Chapter 3 — Medium of Exchange and Measure of Value
The primary quality of money is in its use as the common medium of exchange. But proceeding from this use as a common medium of exchange, money has another and closely conjoined use — that of serving as a common measure of value.
The reason of this is that the use of money as a common medium of exchange, which causes it to be esteemed for exchange and not for consumption, makes it of all exchangeable things that which in civilized society is most often and most commonly exchanged. A given portion of wood or coal, for instance, may be used by the producer and thus not be exchanged at all; or it may be exchanged once or perhaps even half a dozen times between cutting or mining and its reaching the consumer. So it is with potatoes or wheat or corn. The majority of horses are probably not exchanged at all during their working days, and it would be a much exchanged horse who could have six owners during his life. Cotton and wool and hemp and silk may pass from one to half a dozen exchanges before they assume the form of cloth or rope, and in that form pass through from two to half a dozen more exchanges before reaching the consumer. And so with lumber or iron or most of the forms of paper, meat or leather. Not only is the ultimate purpose of the exchanges of such things destructive consumption, but they are mainly composed of things which if not soon consumed would wear out or decay.
Money, on the other hand, is not produced for the purpose of being consumed, but for the purpose of being exchanged. This, not consumption, is its use. And we seek for its substance materials least subject to wear and decay, while it is usually carefully guarded by whoever for the moment may possess it. And further while an article of money may frequently pass through more hands in a single day than ordinary articles of wealth are likely to pass through during the whole of their existence, the use of money in thought and speech as a symbol of value brings it to the constant notice of those who do not often tangibly use it. Thus it is that the value of the money — the common medium of exchange in any community — becomes to the people of that community better known than the value of anything else, and hence is most readily and constantly chosen to compare the value of other things.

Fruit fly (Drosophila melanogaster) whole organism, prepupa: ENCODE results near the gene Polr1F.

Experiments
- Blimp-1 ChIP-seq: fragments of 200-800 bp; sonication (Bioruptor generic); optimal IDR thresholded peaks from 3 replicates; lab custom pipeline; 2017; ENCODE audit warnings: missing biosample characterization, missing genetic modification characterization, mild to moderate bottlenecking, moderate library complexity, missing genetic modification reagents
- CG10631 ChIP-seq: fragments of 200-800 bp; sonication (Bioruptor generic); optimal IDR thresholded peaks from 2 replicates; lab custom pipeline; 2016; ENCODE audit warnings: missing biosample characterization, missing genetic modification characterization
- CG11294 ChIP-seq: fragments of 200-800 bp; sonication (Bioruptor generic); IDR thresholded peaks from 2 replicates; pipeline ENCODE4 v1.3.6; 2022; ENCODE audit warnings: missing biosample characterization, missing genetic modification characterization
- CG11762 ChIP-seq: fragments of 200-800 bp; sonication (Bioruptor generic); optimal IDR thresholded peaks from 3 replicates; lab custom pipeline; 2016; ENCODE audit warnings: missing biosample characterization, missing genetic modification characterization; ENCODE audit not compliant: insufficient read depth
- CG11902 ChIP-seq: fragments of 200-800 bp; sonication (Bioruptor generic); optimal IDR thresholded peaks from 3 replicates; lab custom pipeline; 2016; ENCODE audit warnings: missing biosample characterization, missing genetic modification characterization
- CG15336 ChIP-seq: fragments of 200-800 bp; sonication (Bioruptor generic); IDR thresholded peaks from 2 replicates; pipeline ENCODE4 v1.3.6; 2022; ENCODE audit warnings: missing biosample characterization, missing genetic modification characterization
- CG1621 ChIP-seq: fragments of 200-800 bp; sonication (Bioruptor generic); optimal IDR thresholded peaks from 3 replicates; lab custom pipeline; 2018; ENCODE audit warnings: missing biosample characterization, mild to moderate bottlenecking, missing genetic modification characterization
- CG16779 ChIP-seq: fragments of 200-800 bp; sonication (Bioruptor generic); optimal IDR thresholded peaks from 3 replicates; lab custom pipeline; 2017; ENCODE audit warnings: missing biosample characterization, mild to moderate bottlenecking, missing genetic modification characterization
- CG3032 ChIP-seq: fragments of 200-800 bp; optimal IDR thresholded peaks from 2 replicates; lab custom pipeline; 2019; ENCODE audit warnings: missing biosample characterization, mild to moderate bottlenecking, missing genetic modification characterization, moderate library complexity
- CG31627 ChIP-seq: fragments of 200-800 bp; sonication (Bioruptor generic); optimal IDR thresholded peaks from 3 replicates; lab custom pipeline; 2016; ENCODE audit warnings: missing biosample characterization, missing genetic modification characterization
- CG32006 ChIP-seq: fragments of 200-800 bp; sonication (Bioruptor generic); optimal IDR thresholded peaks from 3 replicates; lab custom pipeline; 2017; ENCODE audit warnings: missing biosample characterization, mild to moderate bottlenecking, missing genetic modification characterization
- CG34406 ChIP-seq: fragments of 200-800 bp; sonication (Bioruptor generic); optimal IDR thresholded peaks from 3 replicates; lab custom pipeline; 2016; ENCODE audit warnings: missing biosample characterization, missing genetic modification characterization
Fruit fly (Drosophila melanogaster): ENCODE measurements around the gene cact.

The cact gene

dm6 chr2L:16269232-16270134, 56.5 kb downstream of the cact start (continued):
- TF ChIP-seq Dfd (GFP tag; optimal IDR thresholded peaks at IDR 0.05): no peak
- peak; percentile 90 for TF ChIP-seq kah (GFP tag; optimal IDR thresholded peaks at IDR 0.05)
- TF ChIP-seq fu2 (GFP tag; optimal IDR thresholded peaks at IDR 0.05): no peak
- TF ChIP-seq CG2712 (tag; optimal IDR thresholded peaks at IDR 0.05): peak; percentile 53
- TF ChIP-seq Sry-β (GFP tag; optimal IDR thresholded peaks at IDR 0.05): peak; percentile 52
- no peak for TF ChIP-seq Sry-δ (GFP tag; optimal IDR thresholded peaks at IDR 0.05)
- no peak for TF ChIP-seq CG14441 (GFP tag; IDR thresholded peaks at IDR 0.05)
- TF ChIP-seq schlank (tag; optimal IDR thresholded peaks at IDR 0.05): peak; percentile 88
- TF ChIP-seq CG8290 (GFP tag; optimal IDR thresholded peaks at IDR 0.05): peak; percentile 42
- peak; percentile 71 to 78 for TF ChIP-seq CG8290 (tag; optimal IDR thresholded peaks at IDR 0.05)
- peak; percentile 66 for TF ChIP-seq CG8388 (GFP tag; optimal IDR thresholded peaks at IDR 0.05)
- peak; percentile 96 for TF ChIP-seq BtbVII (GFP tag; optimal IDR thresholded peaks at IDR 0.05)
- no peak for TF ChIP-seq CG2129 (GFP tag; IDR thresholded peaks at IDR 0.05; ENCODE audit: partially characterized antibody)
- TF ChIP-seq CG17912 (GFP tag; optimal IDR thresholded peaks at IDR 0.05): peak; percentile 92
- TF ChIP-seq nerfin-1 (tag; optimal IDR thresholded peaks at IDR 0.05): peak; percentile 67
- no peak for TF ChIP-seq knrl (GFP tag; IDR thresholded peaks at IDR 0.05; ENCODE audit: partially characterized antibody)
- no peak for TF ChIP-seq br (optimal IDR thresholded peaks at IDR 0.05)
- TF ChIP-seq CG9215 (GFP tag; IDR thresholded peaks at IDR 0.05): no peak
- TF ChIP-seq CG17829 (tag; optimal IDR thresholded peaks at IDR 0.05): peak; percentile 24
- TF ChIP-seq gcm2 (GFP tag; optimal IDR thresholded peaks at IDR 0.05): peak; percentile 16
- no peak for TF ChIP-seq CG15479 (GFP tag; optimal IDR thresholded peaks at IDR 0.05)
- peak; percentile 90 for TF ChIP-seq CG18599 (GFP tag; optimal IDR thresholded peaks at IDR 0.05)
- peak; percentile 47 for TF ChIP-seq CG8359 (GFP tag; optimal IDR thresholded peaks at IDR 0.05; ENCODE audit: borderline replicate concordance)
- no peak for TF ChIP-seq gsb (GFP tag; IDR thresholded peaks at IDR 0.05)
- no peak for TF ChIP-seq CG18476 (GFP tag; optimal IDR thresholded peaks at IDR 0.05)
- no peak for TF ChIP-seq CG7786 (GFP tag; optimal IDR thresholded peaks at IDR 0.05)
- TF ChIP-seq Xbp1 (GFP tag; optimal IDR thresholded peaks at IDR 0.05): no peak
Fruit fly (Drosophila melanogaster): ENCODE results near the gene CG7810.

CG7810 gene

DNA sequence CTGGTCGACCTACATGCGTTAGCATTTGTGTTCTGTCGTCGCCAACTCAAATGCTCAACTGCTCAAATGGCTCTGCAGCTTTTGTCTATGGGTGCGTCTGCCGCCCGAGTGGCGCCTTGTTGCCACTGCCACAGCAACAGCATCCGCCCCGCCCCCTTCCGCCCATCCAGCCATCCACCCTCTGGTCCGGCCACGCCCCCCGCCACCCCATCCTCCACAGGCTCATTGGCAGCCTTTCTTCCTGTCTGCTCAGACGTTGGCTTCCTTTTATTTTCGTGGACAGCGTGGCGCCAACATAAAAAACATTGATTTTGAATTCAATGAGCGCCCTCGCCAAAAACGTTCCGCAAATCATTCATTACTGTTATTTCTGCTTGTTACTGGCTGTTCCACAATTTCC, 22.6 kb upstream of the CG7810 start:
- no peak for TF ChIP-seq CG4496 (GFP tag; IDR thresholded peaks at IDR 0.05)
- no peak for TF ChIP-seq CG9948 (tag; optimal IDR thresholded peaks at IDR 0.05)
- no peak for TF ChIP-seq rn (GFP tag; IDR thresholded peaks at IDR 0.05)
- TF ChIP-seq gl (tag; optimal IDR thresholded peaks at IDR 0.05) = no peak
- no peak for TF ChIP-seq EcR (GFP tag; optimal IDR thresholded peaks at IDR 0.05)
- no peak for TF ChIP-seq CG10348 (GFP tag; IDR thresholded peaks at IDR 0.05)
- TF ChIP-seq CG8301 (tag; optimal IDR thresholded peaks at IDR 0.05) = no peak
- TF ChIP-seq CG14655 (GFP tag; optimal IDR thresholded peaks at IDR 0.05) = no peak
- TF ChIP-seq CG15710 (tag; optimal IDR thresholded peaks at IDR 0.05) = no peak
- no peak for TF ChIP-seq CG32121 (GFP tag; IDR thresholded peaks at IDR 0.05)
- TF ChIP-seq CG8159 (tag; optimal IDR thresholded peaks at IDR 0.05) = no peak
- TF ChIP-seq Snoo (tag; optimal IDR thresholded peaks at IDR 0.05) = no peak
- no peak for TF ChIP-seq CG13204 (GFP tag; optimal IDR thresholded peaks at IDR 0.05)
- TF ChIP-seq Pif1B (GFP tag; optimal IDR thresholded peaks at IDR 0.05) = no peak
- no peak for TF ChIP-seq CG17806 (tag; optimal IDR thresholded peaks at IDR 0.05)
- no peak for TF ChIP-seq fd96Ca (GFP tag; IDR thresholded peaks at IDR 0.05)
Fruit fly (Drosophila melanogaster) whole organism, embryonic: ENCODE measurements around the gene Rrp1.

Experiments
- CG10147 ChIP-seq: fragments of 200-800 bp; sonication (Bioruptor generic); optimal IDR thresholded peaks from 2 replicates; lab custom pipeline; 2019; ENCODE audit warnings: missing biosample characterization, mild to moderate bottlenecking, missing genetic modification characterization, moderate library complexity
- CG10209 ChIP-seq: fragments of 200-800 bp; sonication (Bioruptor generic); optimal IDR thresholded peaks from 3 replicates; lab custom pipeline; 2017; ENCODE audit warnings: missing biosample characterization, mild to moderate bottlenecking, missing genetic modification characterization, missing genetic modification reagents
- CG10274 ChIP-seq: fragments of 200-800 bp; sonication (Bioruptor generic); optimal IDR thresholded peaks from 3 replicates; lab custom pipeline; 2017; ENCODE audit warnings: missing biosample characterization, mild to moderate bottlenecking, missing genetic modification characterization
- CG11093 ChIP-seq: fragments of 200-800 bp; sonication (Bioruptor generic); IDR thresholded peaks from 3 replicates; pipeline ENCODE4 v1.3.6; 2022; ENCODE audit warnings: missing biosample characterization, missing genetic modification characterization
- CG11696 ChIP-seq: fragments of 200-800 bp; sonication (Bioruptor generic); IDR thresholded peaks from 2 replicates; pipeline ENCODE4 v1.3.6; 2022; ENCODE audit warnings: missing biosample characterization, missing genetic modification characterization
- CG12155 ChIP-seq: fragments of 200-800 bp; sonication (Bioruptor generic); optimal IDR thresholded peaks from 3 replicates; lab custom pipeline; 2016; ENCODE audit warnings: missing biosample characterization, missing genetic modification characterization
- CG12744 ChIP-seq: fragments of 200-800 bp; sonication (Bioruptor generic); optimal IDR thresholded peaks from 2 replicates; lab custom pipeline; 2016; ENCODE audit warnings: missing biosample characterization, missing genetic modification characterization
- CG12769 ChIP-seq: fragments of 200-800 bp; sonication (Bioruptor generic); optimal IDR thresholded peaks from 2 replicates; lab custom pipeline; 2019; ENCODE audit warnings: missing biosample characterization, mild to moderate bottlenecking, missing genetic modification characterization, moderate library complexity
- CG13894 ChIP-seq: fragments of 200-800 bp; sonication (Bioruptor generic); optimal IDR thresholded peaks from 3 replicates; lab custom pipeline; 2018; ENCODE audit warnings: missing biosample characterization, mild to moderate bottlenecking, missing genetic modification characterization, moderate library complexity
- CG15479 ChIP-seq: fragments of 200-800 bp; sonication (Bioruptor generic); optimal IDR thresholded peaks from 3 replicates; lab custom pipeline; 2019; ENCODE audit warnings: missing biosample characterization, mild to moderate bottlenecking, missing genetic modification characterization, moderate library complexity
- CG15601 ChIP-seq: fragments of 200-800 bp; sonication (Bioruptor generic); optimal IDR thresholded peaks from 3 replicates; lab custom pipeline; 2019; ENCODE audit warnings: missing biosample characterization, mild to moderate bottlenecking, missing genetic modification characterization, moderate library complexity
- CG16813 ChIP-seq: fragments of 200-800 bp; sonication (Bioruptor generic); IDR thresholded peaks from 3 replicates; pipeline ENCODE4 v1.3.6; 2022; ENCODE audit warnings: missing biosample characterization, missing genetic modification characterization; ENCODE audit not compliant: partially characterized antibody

But here may arise a question, which I wish thoroughly to answer: if, as explained previously, value is in itself a relation to labor, why can we not find not merely a common measure of value, but an exact and final measure of value in labor itself?
This is a question that perplexes a great many of the monetary theories that have been broached in the United States. Yet in the light of our previous investigation the reason why the real measure of value cannot serve as a common measure of value is clear. It lies in the human constitution. We become conscious of exertion through the "toil and trouble" it involves — the feeling of effort and at length of irksomeness and repugnance that attends its continuance. Now feeling is an affection or condition of the individual perception or Ego, which can find objective manifestation only through action. Even a mother can know the feelings of her baby only through its actions. If she can tell that it is hungry or sleepy or in pain, or is satisfied and happy, it is only in this way.
As we have seen, labor, in the sense of exertion, is the true, ultimate and universal measure of value; what anything will bring in exchange is always based upon an estimate of the toil and trouble attendant upon the exertion which the possession of the thing will save.
While exertion is always the real measure of value, to which all common measures of value must refer, yet to get a common measure of value, which will enable us to express from one to another both quantity and quality (duration and intensity) of exertion, we must take some result of exertion, just as to find a common measure of heat, light, expansive force or gravitation we must take some tangible manifestation of those forms of energy. It is because commodities, being the results of exertion, are tangible manifestations of exertion that they are generally and naturally used as common measures of value.